TCA Podcast, – “Conversations with Consequences,” Episode 70 – The China Crisis & Arrest of Jimmy Lai with Bill McGurn

On this week’s Conversations with Consequences, Dr. Grazie Christie focuses on the crisis in China as the Communist party tightening its grip in Hong Kong. Veteran journalist Bill McGurn of the Wall Street Journal joins to share a moving story of his godson, billionaire tycoon Jimmy Lai, who was arrested, and most likely will be placed in prison. We also get a firsthand look at a new mini documentary with Nick Eberstadt of AEI on China’s one-child policy–and the detrimental impact of this rule still felt across the country today.

1. Harris vs. the Knights of Columbus, Can the Democrats tolerate Catholics who take the church’s teachings seriously?, By Adam O’Neal, The Wall Street Journal, August 21, 2020, Pg. A13, Opinion

Kamala Harris had a question for Brian Buescher. “Since 1993, you have been a member of the Knights of Columbus, an all-male society comprised primarily of Catholic men,” the California senator wrote Mr. Buescher in 2018, while considering his nomination to sit on the U.S. District Court in Nebraska. “Were you aware that the Knights of Columbus opposed a woman’s right to choose when you joined the organization?”

Ms. Harris was preparing to run for president, and her permissive views on abortion would feature in the coming campaign. Knights of Columbus chief Carl Anderson had became a target for pro-choice Democrats. But the senator’s attack on the group was bizarre.

The Knights of Columbus isn’t a secretive political group but a Catholic fraternal organization. It has some two million members, councils around the world, and no partisan affiliation. It focuses on charity and has assisted persecuted Christians in the Middle East.

 Sen. Mazie Hirono of Hawaii went further than Ms. Harris and asked Mr. Buescher, “Do you intend to end your membership with this organization to avoid any appearance of bias?” This overt religious test deserved the condemnation it received. Ms. Harris took a subtler approach but still effectively described adherence to orthodox Catholic views as incompatible with public service.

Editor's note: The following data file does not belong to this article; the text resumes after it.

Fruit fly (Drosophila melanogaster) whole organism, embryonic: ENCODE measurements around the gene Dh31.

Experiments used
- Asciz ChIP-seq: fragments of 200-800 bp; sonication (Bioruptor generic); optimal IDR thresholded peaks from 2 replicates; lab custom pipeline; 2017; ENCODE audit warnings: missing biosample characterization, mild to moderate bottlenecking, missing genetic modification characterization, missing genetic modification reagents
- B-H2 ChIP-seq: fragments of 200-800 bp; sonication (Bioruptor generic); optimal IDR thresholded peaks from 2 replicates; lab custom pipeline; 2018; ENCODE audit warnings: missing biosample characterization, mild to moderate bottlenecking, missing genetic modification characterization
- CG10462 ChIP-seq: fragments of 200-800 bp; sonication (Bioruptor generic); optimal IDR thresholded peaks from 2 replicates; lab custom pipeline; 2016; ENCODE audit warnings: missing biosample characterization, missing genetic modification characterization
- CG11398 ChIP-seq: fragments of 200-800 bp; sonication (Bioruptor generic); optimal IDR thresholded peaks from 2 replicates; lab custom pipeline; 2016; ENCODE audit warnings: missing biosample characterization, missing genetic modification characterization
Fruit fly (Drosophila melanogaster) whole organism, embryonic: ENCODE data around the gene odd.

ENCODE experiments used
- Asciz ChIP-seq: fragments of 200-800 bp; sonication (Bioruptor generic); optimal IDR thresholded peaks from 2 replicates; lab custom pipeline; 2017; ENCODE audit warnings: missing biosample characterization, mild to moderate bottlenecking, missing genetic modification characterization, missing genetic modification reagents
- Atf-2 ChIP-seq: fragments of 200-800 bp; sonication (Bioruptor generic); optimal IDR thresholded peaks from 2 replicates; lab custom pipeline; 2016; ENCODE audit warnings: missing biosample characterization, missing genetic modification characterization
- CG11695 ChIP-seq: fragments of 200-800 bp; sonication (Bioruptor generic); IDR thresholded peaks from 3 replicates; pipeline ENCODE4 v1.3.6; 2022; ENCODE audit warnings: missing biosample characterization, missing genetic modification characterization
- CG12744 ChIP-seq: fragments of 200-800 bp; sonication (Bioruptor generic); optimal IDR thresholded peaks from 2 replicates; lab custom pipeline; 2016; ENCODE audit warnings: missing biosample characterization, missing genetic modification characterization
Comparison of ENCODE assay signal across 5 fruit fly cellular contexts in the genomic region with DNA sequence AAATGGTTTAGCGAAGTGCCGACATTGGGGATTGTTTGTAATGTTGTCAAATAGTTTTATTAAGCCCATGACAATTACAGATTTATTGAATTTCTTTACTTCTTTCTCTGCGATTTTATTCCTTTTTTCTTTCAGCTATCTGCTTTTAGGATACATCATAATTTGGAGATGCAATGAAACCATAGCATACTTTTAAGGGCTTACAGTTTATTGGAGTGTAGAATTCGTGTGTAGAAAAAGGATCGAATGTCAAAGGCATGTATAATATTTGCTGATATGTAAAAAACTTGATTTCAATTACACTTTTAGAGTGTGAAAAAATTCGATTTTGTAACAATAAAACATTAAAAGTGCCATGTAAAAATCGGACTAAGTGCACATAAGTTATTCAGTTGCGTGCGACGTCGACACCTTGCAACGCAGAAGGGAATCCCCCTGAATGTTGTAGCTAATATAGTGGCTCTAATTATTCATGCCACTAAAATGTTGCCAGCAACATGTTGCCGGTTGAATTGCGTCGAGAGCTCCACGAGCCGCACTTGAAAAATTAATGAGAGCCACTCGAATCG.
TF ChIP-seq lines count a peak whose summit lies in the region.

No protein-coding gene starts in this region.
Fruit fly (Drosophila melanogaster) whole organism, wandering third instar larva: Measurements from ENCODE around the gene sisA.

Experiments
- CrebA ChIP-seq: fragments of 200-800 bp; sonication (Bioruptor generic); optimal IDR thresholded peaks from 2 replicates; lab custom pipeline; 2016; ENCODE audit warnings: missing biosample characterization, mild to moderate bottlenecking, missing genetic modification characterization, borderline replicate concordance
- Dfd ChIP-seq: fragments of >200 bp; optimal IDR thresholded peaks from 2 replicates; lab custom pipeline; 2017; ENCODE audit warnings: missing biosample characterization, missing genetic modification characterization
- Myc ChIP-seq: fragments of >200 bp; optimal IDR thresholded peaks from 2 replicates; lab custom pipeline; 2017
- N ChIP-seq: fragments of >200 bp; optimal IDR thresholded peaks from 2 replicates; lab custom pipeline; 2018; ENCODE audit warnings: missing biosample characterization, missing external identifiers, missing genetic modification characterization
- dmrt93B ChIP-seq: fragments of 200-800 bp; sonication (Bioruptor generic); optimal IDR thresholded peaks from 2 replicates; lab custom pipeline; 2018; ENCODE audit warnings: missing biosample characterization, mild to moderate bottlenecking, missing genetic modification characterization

Polling fluctuates, but Catholics—about one-fifth of the country—are generally split on abortion. Only 47% of Catholics believe abortion is “intrinsically evil,” according to a February Real Clear Opinion Research survey. Twenty percent believe “it should always be legal,” while 31% support permitting it “except in the case of late-term abortion.”

It isn’t a cop-out to suggest that the most important action Catholics can take to fight abortion is to encourage their peers to go to Mass.

2. Disgraced W.VA. cleric faces reduced penalty, Vatican backs sanctions for bishop over misuse of funds, sexual harassment, By Michelle Boorstein, The Washington Post, August 21, 2020, Pg. B1

The Vatican has approved much-reduced reparations, including an apology letter that takes no direct responsibility, for the former head of a West Virginia diocese accused of misusing millions in church money and sexually harassing fellow clerics.

Bishop Michael J. Bransfield stepped down in September 2018 as leader of the Wheeling-Charleston Diocese amid allegations that he spent millions on personal extravagances and gifts to fellow clerics and that he harassed seminarians and young priests who worked for him.

3. Turkey turns second historic Istanbul church into mosque, By Hannah Brockhaus, Catholic News Agency, August 21, 2020, 5:30 AM

A month after the former cathedral Hagia Sophia was converted from a museum into a mosque, another Istanbul church-museum, renowned for its exquisite Byzantine mosaics, will undergo the same transformation.

Turkey’s president, Recep Tayyip Erdoğan, ordered Friday that the 700-year-old Chora Church — currently the Kariye Museum — be turned into a fully functioning mosque.

4. Lawsuit dropped over Indiana abortion ultrasound mandate, By Tom Davies, Associated Press, August 20, 2020, 12:08 PM

Planned Parenthood has decided to drop its federal lawsuit challenging an Indiana law that will require women to undergo an ultrasound at least 18 hours before having an abortion.

The law was passed in 2016 by the Republican-dominated Legislature and signed by then-Gov. Mike Pence, but had been blocked since a federal judge’s ruling in 2017 . Although that ruling was upheld by a federal appeals court, the U.S. Supreme Court in July sent the Indiana lawsuit back to the appeals court for a fresh review following a decision in a Louisiana case that abortion rights advocates worried signaled a greater willingness by the justices to uphold state restrictions.

Lawyers for Planned Parenthood of Indiana and Kentucky and the state said in a Wednesday court filing they agreed the injunction blocking the law should end on Jan. 1, citing “events” over the past three years and the addition of a new ultrasound machine at Planned Parenthood’s clinic in Fort Wayne.

5. Former West Virginia bishop apologizes, reimburses diocese, By Associated Press, August 20, 2020

A former Catholic bishop in West Virginia has issued an apology two years after resigning amid allegations of sexual and financial misconduct, and the diocese said Thursday that he has repaid $441,000.

The Diocese of Wheeling-Charleston on Thursday released a letter from former Bishop Michael Bransfield on its website.

“I am writing to apologize for any scandal or wonderment caused by words or actions attributed to me during my tenure,” Bransfield wrote in the letter, dated Aug. 15.